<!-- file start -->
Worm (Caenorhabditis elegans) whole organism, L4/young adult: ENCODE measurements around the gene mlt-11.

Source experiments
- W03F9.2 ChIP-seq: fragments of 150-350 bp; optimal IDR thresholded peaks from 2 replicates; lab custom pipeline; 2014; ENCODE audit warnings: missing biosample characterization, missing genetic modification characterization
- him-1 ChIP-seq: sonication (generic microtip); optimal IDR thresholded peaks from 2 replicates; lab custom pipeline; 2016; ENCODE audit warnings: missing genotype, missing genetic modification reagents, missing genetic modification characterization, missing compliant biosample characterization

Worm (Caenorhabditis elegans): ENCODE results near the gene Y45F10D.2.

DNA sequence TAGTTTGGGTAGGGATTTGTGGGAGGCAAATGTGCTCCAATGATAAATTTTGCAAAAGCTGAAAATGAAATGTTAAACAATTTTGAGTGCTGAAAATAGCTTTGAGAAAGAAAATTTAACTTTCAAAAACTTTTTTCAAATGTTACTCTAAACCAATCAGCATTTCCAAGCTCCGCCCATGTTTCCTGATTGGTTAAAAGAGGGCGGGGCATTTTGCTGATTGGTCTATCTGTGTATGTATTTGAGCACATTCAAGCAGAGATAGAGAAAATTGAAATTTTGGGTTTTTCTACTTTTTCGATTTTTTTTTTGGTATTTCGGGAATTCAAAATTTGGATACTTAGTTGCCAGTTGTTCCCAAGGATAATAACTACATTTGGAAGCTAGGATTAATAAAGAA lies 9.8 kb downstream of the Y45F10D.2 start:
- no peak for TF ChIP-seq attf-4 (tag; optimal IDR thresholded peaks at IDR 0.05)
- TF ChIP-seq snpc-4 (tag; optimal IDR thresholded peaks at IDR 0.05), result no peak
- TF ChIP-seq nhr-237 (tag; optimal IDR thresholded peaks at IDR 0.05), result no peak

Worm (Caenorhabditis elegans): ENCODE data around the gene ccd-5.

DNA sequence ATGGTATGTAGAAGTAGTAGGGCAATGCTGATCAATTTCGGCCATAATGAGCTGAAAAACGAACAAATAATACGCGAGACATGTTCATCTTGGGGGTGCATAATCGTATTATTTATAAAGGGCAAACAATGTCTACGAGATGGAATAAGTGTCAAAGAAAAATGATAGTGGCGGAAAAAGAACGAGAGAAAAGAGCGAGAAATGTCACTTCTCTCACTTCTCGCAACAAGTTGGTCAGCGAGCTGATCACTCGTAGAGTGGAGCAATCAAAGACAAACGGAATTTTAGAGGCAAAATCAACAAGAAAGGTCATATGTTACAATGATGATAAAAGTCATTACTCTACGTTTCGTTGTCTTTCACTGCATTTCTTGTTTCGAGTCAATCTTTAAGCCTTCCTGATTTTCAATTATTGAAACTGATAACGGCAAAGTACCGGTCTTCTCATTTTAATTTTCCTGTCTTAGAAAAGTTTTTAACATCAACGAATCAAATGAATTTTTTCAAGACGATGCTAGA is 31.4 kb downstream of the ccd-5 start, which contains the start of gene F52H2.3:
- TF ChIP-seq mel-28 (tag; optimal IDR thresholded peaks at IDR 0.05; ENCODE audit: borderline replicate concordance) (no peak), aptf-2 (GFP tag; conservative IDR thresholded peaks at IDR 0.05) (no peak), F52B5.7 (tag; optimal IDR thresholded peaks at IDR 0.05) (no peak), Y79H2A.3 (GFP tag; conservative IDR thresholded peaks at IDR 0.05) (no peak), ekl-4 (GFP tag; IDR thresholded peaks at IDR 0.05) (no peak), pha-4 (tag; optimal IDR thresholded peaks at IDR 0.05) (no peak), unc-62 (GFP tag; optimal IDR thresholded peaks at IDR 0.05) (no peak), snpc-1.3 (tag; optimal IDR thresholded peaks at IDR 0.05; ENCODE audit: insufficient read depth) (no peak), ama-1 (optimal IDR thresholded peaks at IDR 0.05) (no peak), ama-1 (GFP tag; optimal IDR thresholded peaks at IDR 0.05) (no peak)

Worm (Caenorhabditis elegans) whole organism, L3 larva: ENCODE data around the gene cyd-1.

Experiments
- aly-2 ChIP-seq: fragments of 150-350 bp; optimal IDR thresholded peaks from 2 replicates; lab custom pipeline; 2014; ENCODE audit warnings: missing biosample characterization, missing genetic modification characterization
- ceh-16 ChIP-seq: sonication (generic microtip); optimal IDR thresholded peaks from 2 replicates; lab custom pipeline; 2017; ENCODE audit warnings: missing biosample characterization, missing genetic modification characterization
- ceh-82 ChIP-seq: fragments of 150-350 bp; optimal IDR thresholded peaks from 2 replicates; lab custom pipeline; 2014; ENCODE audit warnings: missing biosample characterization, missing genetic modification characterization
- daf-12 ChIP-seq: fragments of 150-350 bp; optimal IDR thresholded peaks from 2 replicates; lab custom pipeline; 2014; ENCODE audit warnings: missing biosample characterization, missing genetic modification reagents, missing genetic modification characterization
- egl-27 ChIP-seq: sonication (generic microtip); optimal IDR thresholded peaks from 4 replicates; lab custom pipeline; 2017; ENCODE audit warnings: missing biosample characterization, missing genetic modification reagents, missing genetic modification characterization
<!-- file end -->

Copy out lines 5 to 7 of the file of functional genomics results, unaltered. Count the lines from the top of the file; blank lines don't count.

Worm (Caenorhabditis elegans): ENCODE results near the gene Y45F10D.2.

DNA sequence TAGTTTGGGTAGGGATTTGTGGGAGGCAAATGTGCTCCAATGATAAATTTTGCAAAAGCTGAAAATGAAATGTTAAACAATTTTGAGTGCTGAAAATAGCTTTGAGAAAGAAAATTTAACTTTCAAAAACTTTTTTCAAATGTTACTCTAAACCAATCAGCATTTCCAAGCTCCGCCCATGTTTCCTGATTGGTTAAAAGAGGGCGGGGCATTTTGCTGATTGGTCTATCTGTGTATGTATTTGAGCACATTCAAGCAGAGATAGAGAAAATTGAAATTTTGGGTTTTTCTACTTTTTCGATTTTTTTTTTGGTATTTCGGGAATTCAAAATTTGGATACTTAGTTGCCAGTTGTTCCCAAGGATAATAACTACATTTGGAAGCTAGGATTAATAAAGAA lies 9.8 kb downstream of the Y45F10D.2 start:
- no peak for TF ChIP-seq attf-4 (tag; optimal IDR thresholded peaks at IDR 0.05)